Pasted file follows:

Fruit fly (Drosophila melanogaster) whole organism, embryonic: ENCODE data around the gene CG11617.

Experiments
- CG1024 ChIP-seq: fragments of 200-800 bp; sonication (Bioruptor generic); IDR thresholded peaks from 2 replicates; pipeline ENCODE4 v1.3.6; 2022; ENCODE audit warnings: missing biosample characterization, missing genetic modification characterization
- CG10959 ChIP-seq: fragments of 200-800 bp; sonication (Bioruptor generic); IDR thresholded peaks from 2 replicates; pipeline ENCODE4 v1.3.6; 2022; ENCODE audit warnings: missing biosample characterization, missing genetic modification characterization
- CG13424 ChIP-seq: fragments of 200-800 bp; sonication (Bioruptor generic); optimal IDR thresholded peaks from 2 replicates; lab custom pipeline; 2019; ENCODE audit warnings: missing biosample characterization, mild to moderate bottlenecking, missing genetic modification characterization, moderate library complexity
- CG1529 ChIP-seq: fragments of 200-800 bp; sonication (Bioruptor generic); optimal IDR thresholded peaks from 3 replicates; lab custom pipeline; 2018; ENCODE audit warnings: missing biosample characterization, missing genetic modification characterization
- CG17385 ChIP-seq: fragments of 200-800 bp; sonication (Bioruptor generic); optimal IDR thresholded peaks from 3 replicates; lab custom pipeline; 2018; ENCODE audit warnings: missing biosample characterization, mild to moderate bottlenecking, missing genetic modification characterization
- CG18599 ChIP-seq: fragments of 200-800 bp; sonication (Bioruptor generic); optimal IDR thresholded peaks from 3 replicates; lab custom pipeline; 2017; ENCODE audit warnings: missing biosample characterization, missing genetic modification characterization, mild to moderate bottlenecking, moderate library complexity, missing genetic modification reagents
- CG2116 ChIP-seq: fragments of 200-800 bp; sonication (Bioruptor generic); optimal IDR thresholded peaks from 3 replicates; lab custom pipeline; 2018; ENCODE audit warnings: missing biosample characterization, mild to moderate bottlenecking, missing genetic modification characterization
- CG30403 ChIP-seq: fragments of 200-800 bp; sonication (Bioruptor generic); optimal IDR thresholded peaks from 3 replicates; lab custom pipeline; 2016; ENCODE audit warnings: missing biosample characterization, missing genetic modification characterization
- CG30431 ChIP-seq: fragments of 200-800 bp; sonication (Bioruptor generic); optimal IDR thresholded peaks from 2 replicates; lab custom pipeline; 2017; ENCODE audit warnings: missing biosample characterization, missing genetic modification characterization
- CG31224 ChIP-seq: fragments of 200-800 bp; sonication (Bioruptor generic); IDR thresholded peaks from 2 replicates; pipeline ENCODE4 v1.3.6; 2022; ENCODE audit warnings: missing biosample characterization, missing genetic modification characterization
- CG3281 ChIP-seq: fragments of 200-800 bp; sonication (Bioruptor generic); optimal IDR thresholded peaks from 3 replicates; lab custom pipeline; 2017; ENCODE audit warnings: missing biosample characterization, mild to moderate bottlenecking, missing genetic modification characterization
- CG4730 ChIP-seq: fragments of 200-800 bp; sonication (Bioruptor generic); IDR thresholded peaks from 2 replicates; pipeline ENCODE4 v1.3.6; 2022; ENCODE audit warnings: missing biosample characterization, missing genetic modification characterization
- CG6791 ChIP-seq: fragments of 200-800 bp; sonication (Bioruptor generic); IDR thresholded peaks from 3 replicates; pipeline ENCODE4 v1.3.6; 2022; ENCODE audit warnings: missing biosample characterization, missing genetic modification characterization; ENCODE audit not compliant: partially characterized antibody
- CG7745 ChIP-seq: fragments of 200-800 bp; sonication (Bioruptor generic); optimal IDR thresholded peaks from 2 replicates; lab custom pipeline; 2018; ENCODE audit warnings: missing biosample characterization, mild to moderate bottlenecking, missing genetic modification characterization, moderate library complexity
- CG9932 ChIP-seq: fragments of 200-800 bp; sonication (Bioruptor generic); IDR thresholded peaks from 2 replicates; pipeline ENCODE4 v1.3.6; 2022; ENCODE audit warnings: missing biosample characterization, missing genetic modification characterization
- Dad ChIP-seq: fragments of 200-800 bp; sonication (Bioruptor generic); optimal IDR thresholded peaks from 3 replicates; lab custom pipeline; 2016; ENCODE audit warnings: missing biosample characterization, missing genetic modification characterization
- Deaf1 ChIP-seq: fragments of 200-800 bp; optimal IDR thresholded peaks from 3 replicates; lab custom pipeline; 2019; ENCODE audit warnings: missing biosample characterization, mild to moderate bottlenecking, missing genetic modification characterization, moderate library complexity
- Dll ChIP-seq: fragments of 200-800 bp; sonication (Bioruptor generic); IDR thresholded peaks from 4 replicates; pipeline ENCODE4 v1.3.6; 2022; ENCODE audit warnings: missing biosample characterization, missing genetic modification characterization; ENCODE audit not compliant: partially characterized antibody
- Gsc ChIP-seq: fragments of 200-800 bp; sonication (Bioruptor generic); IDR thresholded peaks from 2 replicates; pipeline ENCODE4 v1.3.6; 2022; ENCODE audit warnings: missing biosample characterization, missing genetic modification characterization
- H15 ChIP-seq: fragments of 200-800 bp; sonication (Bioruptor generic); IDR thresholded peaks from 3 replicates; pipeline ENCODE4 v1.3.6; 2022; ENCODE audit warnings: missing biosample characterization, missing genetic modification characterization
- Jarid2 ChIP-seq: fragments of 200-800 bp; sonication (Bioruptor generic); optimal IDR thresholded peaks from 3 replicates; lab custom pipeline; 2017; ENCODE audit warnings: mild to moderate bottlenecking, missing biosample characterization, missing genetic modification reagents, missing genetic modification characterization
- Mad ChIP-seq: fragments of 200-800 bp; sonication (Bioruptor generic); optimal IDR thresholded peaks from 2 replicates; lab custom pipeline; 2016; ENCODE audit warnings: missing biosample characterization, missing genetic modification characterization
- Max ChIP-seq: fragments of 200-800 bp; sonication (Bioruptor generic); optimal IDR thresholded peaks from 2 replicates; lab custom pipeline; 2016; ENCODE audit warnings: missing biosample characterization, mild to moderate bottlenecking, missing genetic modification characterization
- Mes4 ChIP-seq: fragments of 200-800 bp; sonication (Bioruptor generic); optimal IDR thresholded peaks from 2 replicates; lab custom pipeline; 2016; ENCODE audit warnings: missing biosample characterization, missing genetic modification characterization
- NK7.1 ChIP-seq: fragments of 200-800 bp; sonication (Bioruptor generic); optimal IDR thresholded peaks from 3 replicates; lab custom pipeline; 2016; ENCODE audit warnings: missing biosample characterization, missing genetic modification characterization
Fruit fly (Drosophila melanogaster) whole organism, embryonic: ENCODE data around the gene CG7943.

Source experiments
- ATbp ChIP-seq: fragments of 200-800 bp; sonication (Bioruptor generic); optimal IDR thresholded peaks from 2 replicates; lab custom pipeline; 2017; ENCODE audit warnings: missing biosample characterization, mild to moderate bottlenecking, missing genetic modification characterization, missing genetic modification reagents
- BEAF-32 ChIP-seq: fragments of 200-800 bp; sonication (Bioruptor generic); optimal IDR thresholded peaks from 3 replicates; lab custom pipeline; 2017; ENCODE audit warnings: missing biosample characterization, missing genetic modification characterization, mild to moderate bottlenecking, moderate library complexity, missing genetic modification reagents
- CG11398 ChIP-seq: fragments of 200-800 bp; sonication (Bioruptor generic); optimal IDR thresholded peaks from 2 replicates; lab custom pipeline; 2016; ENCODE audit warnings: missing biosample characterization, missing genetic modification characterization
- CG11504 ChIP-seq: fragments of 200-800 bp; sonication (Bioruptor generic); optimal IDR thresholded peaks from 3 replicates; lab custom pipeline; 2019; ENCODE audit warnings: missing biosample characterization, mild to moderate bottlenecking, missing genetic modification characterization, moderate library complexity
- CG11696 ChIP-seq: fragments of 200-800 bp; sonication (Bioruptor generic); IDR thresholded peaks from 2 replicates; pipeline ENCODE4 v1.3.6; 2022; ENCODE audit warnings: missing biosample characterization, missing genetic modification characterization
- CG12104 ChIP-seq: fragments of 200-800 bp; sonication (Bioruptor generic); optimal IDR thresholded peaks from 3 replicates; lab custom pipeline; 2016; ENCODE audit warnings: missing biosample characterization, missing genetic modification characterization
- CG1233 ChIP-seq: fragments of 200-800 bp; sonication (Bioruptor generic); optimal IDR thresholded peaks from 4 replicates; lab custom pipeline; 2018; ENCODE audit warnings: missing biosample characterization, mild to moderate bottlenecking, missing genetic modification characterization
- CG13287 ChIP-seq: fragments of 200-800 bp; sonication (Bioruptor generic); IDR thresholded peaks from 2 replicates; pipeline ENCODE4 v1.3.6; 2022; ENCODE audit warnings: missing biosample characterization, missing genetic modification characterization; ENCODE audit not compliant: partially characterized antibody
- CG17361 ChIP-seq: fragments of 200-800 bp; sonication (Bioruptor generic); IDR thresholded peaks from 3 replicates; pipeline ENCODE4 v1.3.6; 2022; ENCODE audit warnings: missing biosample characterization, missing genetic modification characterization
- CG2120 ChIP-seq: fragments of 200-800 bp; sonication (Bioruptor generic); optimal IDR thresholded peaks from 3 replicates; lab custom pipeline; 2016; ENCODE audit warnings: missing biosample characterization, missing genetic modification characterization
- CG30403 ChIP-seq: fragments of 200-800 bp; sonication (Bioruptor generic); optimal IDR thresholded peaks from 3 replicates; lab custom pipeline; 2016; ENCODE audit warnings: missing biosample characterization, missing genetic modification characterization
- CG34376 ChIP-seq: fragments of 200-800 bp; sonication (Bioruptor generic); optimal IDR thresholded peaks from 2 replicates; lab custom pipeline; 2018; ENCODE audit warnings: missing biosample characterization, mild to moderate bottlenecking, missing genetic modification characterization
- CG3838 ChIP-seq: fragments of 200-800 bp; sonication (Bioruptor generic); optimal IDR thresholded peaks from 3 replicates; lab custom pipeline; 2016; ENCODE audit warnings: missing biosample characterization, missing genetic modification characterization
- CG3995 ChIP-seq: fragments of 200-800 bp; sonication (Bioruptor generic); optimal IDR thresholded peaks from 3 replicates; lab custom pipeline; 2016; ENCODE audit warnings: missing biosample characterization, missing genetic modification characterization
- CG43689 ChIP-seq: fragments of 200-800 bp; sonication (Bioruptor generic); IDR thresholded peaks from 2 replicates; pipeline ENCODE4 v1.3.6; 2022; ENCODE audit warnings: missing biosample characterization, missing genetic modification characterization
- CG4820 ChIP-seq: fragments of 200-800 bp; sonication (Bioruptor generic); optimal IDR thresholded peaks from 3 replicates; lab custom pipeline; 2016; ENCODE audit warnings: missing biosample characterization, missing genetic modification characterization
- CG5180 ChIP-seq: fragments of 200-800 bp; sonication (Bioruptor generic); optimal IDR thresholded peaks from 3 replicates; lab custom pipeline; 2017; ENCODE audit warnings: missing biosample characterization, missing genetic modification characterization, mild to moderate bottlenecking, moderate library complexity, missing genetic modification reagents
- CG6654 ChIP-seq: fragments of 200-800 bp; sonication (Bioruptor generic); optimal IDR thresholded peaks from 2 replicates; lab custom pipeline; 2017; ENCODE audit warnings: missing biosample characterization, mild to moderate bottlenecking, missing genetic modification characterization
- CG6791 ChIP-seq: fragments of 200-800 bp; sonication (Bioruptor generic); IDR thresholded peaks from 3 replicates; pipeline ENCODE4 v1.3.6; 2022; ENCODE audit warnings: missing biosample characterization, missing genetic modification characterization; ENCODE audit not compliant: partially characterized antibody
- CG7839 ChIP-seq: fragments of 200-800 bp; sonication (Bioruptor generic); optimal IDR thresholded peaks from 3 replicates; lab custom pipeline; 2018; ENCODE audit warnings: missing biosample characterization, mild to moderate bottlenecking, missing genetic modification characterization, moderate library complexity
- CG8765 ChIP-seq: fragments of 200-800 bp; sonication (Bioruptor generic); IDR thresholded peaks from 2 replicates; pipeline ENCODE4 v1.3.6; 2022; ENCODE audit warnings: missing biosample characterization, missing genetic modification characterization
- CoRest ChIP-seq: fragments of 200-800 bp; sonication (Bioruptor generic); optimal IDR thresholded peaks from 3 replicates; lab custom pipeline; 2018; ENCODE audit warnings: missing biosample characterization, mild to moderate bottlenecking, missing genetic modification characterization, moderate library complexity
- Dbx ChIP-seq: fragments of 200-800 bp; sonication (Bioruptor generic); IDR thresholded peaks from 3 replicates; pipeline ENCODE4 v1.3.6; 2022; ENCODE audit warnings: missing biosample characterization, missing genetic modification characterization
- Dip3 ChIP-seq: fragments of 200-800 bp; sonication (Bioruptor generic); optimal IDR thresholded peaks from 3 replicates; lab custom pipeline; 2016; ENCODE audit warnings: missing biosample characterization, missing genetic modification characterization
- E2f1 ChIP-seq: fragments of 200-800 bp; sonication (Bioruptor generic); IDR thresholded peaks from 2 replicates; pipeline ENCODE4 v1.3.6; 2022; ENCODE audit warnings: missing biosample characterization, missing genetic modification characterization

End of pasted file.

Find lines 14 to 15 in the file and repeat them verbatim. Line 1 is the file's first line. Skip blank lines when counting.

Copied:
- CG4730 ChIP-seq: fragments of 200-800 bp; sonication (Bioruptor generic); IDR thresholded peaks from 2 replicates; pipeline ENCODE4 v1.3.6; 2022; ENCODE audit warnings: missing biosample characterization, missing genetic modification characterization
- CG6791 ChIP-seq: fragments of 200-800 bp; sonication (Bioruptor generic); IDR thresholded peaks from 3 replicates; pipeline ENCODE4 v1.3.6; 2022; ENCODE audit warnings: missing biosample characterization, missing genetic modification characterization; ENCODE audit not compliant: partially characterized antibody